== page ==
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Risk in Context

Recent Attacks Highlight Need for Enhanced Resilience Strategies

Posted by Chandra Seymour June 07, 2017

Three terrorist attacks over the last three months in public spaces in the United Kingdom are reminders of the growing frequency of such acts, and the potential risks to businesses and people. Although the shock of a terrorist attack is difficult to prepare for, organizations can take steps to protect employees, customers, and bystanders and quickly return to normal operations.

Advance Planning

Protecting people and physical assets from and in the wake of a terrorist event requires a full understanding of risks and impacts, comprehensive readiness and resilience planning, regular training and exercises, and an overall strategy for maintaining these capabilities. Enhanced plans, combined with verifying that the insurance cover you have in place is the most appropriate for your company’s risk profile, can better prepare your organization.

Following the most recent attacks, your organization should:

  • Review and update risk assessments as well as emergency response, crisis management and communications, and business continuity plans. A stronger resiliency framework built on best practices and lessons learned will enable you to take action more quickly and efficiently.
  • Engage in employee training and tabletop and full-scale scenario-based exercises with key stakeholders, including law enforcement and first responders. A clear understanding of roles and responsibilities, especially in public spaces where crowd control may be an issue, can help you more effectively manage a crisis.

Focus on People

In a crisis, communication is crucial. But it could be hampered by damage to communications networks, loss of power, or other factors. In public spaces, people may also panic in the immediate aftermath.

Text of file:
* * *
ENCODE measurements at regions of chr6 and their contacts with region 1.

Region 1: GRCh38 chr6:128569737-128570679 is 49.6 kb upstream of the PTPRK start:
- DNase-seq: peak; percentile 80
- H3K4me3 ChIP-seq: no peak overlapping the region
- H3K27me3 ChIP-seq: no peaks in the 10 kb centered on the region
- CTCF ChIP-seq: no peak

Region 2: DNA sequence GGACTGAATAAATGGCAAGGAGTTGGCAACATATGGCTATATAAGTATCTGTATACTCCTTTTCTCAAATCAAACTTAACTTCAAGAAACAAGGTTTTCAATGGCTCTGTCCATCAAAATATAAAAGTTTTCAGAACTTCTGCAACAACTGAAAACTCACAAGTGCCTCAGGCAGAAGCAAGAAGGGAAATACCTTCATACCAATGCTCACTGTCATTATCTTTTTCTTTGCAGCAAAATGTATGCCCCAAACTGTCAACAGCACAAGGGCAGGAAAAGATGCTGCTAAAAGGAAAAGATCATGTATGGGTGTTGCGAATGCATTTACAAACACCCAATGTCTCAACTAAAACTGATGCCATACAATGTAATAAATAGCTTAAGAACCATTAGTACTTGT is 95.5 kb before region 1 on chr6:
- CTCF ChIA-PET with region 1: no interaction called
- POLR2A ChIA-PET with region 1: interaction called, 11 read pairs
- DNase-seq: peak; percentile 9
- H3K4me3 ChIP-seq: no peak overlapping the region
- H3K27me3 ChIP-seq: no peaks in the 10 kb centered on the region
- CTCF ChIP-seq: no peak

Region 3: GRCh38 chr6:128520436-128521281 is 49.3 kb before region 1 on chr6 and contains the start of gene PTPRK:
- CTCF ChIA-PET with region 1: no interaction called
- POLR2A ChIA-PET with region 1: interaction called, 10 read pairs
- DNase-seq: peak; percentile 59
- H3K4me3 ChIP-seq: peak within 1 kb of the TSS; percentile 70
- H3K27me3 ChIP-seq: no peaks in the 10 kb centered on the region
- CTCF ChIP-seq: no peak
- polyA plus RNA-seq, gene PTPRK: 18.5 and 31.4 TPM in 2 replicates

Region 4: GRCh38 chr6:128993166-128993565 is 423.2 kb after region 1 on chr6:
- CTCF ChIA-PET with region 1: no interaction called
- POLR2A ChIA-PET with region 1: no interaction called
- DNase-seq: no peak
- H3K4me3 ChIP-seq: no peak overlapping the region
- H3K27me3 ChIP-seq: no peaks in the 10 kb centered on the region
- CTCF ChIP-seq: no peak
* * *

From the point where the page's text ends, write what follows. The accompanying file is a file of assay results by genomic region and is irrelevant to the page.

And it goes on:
In the event of an attack on or near company property, staff and security personnel should be trained and prepared to work closely with law enforcement and other first responders to manage employee, customer, and public safety. For example, your employees should be ready to evacuate or take shelter and provide first aid or other immediate support to anyone injured in the incident.

You should also maintain current and complete business and personal contact information so you can reach employees quickly. And you should be ready to provide humanitarian assistance to employees and customers during and after an incident.

Business Continuity and Recovery

After immediate safety and investigative concerns have been addressed, organizations will need to shift focus to maintaining operations. In your advance planning, you should account for:

  • Continuing or resuming critical business functions and processes.
  • Ensuring that technology is working efficiently.
  • Allowing employees to work remotely as needed.
  • Implementing additional security measures.

Terrorism can strike anywhere and anytime, and remains high on the risk agenda for many organizations. But being proactive and prepared can help you protect your people, assets, and operations in a crisis.

Related to:  Marsh Risk Consulting

Chandra Seymour

Senior Vice President, MRC Reputational Risk and Crisis Management